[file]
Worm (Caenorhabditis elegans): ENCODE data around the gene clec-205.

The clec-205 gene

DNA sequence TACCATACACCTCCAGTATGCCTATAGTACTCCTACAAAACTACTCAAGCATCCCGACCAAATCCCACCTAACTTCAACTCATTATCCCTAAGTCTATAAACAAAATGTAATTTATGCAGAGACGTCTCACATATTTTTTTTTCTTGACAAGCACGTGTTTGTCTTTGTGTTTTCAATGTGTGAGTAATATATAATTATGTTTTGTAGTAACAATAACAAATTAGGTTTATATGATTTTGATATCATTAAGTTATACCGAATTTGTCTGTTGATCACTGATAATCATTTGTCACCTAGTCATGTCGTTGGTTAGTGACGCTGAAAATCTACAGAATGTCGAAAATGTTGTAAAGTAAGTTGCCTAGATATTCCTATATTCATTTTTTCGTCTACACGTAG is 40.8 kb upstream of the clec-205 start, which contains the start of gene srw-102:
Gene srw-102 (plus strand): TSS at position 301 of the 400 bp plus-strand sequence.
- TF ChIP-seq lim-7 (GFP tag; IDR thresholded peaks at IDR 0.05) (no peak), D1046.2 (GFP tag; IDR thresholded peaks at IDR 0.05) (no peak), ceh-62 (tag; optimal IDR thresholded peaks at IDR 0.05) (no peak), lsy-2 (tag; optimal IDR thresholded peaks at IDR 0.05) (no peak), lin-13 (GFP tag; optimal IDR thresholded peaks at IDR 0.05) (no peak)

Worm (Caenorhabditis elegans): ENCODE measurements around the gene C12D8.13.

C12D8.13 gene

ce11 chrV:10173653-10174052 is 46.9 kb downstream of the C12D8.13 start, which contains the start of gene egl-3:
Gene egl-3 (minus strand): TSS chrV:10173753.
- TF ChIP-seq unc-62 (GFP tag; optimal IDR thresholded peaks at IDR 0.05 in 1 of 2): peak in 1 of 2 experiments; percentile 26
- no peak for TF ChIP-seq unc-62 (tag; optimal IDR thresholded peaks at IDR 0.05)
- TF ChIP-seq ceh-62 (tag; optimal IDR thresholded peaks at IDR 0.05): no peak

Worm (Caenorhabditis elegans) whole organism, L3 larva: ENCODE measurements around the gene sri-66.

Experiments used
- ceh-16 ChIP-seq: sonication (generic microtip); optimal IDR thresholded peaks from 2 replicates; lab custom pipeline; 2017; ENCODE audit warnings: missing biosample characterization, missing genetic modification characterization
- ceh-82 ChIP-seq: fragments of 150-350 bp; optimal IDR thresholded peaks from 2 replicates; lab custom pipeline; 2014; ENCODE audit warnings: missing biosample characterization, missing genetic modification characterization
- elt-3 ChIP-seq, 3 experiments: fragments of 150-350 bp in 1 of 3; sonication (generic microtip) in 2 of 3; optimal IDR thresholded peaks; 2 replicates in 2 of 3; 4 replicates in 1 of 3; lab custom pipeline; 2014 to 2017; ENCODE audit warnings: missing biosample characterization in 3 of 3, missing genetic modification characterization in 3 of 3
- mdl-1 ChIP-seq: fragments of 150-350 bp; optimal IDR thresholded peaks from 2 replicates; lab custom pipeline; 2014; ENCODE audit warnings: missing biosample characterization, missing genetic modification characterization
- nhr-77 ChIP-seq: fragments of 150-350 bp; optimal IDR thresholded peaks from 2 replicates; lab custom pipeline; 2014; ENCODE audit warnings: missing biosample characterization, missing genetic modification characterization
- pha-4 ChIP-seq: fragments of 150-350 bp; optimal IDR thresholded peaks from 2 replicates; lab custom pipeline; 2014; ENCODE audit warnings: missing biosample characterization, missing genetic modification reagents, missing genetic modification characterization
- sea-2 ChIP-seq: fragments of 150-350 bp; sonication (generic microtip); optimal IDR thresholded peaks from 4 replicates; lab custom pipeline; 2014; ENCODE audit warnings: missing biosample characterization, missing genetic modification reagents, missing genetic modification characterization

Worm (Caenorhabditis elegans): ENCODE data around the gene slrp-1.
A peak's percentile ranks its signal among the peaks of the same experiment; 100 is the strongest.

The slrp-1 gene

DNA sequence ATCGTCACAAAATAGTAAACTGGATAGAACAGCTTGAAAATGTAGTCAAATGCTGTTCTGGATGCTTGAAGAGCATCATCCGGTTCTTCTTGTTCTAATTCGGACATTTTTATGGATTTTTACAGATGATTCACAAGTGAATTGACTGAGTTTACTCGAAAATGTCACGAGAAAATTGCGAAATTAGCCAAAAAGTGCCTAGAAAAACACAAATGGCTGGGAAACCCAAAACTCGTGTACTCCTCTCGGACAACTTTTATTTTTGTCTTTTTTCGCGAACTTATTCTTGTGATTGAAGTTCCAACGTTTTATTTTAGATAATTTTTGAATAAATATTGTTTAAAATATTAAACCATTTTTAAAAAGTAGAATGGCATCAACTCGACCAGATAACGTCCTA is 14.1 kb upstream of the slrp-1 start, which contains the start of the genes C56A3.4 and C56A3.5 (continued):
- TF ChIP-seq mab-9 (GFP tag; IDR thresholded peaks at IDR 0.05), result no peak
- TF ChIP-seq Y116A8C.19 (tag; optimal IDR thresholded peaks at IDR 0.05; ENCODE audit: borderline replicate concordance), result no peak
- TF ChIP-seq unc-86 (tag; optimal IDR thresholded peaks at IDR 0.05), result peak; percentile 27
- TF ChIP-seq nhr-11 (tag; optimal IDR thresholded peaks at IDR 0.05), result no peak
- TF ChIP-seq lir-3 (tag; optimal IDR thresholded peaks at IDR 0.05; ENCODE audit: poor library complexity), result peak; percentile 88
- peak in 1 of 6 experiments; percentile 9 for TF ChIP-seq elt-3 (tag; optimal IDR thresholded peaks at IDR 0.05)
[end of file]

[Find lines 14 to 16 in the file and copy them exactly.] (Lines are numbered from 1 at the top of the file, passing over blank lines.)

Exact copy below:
Experiments used
- ceh-16 ChIP-seq: sonication (generic microtip); optimal IDR thresholded peaks from 2 replicates; lab custom pipeline; 2017; ENCODE audit warnings: missing biosample characterization, missing genetic modification characterization
- ceh-82 ChIP-seq: fragments of 150-350 bp; optimal IDR thresholded peaks from 2 replicates; lab custom pipeline; 2014; ENCODE audit warnings: missing biosample characterization, missing genetic modification characterization